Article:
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Microparticle subpopulations are potential markers of disease progression and vascular dysfunction across a spectrum of connective tissue disease

McCarthy, EM and Moreno-Martinez, D and Wilkinson, FL and McHugh, NJ and Bruce, IN and Pauling, JD and Alexander, Y and Parker, B (2017) Microparticle subpopulations are potential markers of disease progression and vascular dysfunction across a spectrum of connective tissue disease. BBA Clinical, 7. pp. 16-22. ISSN 2214-6474

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Abstract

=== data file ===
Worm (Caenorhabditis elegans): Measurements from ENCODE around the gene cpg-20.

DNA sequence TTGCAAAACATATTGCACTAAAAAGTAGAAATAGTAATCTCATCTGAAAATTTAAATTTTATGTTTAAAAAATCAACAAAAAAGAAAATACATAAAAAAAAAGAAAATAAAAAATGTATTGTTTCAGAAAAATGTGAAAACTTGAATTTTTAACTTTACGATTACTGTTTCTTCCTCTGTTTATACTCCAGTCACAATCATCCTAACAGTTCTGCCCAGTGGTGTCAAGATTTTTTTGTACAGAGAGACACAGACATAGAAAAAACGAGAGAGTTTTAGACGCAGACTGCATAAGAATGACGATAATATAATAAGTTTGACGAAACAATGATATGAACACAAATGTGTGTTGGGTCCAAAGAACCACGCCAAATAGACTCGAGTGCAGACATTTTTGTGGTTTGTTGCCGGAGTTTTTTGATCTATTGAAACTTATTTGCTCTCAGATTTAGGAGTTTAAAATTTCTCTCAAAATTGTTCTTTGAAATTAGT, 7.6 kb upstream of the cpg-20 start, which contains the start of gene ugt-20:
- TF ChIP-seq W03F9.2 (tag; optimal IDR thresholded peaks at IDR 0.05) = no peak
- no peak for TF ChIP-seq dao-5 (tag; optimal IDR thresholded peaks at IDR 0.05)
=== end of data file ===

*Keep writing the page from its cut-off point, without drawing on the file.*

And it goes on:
Objective: Microparticles (MPs) are membrane-bound vesicles derived from vascular and intravascular cells such as endothelial cells (EMPs) and platelets (PMPs). We investigated EMP and PMP numbers across a spectrum of autoimmune rheumatic diseases (AIRDs) with the aim of comparing the levels of, and relationship between, EMPs and PMPs. Methods: Patients with Systemic Lupus Erythematosus (SLE) (n = 24), Systemic Sclerosis (SSc) (n = 24), Primary Raynauds Phenomenon (RP) (n = 17) and “other CTD” (n = 15) (Primary Sjogrens Syndrome, UCTD or MCTD) as well as 15 healthy controls were recruited. EMPs and PMPs were quantified using flow cytometry. Associations between MP levels and objective functional vascular assessments were evaluated. Results: SLE patients had significantly higher EMPs compared with healthy controls and SSc patients. Higher PMP levels were noted in SSc and primary RP when compared to healthy controls and ‘other CTD’ patients. A modest correlation was noted between EMP and PMP levels in healthy controls (Spearman r = 0.6, p = 0.017). This relationship appeared stronger in SLE (r = 0.72, p b 0.0001) and other CTD patients (r = 0.75, p b 0.0001). The association between EMPs and PMPs was notably less strong in SSc (r = 0.45, p = 0.014) and RP (r = 0.37, p = 0.15). A significantly lower EMP/PMP ratio was detected in SSc/RP patients in comparison to both healthy controls and SLE/other CTD patients. Higher EMP and PMP levels were associated with higher digital perfusion following cold challenge in SSc. In contrast, higher PMP (but not EMP) levels were associated with lower digital perfusion at both baseline and following cold challenge in primary RP. Higher PMP levels were associated with greater endothelial-independent dilation in patients with SLE. Conclusion: MP populations differ across the spectrum of AIRDS, possibly reflecting differences in vascular cell injury and activation. MP levels are associated with functional assessments of vascular function and might have a role as novel vascular biomarkers in AIRDs. Significance and innovations: Levels of circulating endothelial and platelet microparticles differ between SSc/primary RP compared with SLE and other CTDs (UCTD, MCTD and Primary Sjogrens). MP release may occur within different vascular sites across these disease groups (macrovascular and microvascular). The association between circulating MP levels and objective assessment of macro- and microvascular dysfunction within these disease areas suggests that MPs might have a useful role as novel circulating biomarkers of vascular disease within the CTDs.

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